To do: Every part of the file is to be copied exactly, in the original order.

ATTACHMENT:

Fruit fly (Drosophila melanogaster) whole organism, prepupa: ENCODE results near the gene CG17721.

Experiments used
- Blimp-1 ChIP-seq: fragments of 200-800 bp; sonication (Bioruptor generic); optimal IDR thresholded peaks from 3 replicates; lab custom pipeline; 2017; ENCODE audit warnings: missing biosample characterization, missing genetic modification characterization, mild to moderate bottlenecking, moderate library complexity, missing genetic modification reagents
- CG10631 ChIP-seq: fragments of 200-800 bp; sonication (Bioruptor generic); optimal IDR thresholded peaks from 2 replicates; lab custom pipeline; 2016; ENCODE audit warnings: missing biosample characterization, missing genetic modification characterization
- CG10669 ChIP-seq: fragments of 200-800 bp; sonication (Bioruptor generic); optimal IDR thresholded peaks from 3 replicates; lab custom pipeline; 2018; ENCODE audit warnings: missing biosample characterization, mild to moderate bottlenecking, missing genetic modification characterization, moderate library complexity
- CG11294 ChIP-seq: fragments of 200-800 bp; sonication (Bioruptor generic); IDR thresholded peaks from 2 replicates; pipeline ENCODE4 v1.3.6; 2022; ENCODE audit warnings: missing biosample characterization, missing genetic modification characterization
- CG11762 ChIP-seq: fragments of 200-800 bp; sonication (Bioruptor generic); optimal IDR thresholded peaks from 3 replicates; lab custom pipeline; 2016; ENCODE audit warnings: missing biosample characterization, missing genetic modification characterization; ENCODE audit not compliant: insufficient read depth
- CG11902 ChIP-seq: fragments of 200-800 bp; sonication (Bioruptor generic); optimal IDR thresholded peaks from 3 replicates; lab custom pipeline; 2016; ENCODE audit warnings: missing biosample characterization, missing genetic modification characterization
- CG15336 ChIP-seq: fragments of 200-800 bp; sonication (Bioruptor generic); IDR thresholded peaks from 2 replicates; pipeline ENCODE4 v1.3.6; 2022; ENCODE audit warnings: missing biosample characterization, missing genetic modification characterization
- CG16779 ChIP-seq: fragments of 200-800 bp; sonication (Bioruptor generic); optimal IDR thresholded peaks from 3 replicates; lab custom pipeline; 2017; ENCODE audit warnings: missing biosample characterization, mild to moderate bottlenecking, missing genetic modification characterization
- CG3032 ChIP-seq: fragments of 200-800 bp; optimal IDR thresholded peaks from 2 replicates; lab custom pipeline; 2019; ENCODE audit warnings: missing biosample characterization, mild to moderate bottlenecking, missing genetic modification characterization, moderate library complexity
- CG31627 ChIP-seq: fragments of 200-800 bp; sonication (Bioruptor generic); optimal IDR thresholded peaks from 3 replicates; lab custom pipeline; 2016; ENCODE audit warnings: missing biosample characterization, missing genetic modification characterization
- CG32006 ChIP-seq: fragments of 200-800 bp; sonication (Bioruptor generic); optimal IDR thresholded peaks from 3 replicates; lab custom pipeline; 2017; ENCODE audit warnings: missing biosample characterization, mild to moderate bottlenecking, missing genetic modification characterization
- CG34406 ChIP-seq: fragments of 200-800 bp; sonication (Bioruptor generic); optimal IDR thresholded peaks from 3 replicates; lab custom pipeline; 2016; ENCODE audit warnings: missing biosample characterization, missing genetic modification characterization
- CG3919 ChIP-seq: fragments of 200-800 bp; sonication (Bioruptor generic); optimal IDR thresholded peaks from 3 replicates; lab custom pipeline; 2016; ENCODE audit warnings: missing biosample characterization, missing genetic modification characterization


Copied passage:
Fruit fly (Drosophila melanogaster) whole organism, prepupa: ENCODE results near the gene CG17721.

Experiments used
- Blimp-1 ChIP-seq: fragments of 200-800 bp; sonication (Bioruptor generic); optimal IDR thresholded peaks from 3 replicates; lab custom pipeline; 2017; ENCODE audit warnings: missing biosample characterization, missing genetic modification characterization, mild to moderate bottlenecking, moderate library complexity, missing genetic modification reagents
- CG10631 ChIP-seq: fragments of 200-800 bp; sonication (Bioruptor generic); optimal IDR thresholded peaks from 2 replicates; lab custom pipeline; 2016; ENCODE audit warnings: missing biosample characterization, missing genetic modification characterization
- CG10669 ChIP-seq: fragments of 200-800 bp; sonication (Bioruptor generic); optimal IDR thresholded peaks from 3 replicates; lab custom pipeline; 2018; ENCODE audit warnings: missing biosample characterization, mild to moderate bottlenecking, missing genetic modification characterization, moderate library complexity
- CG11294 ChIP-seq: fragments of 200-800 bp; sonication (Bioruptor generic); IDR thresholded peaks from 2 replicates; pipeline ENCODE4 v1.3.6; 2022; ENCODE audit warnings: missing biosample characterization, missing genetic modification characterization
- CG11762 ChIP-seq: fragments of 200-800 bp; sonication (Bioruptor generic); optimal IDR thresholded peaks from 3 replicates; lab custom pipeline; 2016; ENCODE audit warnings: missing biosample characterization, missing genetic modification characterization; ENCODE audit not compliant: insufficient read depth
- CG11902 ChIP-seq: fragments of 200-800 bp; sonication (Bioruptor generic); optimal IDR thresholded peaks from 3 replicates; lab custom pipeline; 2016; ENCODE audit warnings: missing biosample characterization, missing genetic modification characterization
- CG15336 ChIP-seq: fragments of 200-800 bp; sonication (Bioruptor generic); IDR thresholded peaks from 2 replicates; pipeline ENCODE4 v1.3.6; 2022; ENCODE audit warnings: missing biosample characterization, missing genetic modification characterization
- CG16779 ChIP-seq: fragments of 200-800 bp; sonication (Bioruptor generic); optimal IDR thresholded peaks from 3 replicates; lab custom pipeline; 2017; ENCODE audit warnings: missing biosample characterization, mild to moderate bottlenecking, missing genetic modification characterization
- CG3032 ChIP-seq: fragments of 200-800 bp; optimal IDR thresholded peaks from 2 replicates; lab custom pipeline; 2019; ENCODE audit warnings: missing biosample characterization, mild to moderate bottlenecking, missing genetic modification characterization, moderate library complexity
- CG31627 ChIP-seq: fragments of 200-800 bp; sonication (Bioruptor generic); optimal IDR thresholded peaks from 3 replicates; lab custom pipeline; 2016; ENCODE audit warnings: missing biosample characterization, missing genetic modification characterization
- CG32006 ChIP-seq: fragments of 200-800 bp; sonication (Bioruptor generic); optimal IDR thresholded peaks from 3 replicates; lab custom pipeline; 2017; ENCODE audit warnings: missing biosample characterization, mild to moderate bottlenecking, missing genetic modification characterization
- CG34406 ChIP-seq: fragments of 200-800 bp; sonication (Bioruptor generic); optimal IDR thresholded peaks from 3 replicates; lab custom pipeline; 2016; ENCODE audit warnings: missing biosample characterization, missing genetic modification characterization
- CG3919 ChIP-seq: fragments of 200-800 bp; sonication (Bioruptor generic); optimal IDR thresholded peaks from 3 replicates; lab custom pipeline; 2016; ENCODE audit warnings: missing biosample characterization, missing genetic modification characterization